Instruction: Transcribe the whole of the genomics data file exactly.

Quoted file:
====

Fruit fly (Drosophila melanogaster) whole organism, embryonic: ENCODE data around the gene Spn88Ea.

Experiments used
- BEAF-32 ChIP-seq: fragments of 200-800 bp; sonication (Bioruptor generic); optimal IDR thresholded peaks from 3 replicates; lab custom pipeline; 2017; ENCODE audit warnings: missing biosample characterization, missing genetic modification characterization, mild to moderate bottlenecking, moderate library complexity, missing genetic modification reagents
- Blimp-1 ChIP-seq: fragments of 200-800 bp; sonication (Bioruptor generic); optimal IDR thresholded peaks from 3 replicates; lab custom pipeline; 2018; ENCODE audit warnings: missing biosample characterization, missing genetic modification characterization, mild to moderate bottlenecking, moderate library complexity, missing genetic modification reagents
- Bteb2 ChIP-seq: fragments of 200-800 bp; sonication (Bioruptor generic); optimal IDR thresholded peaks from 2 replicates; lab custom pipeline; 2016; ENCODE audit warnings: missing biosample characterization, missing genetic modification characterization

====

Fruit fly (Drosophila melanogaster) whole organism, embryonic: ENCODE data around the gene Spn88Ea.

Experiments used
- BEAF-32 ChIP-seq: fragments of 200-800 bp; sonication (Bioruptor generic); optimal IDR thresholded peaks from 3 replicates; lab custom pipeline; 2017; ENCODE audit warnings: missing biosample characterization, missing genetic modification characterization, mild to moderate bottlenecking, moderate library complexity, missing genetic modification reagents
- Blimp-1 ChIP-seq: fragments of 200-800 bp; sonication (Bioruptor generic); optimal IDR thresholded peaks from 3 replicates; lab custom pipeline; 2018; ENCODE audit warnings: missing biosample characterization, missing genetic modification characterization, mild to moderate bottlenecking, moderate library complexity, missing genetic modification reagents
- Bteb2 ChIP-seq: fragments of 200-800 bp; sonication (Bioruptor generic); optimal IDR thresholded peaks from 2 replicates; lab custom pipeline; 2016; ENCODE audit warnings: missing biosample characterization, missing genetic modification characterization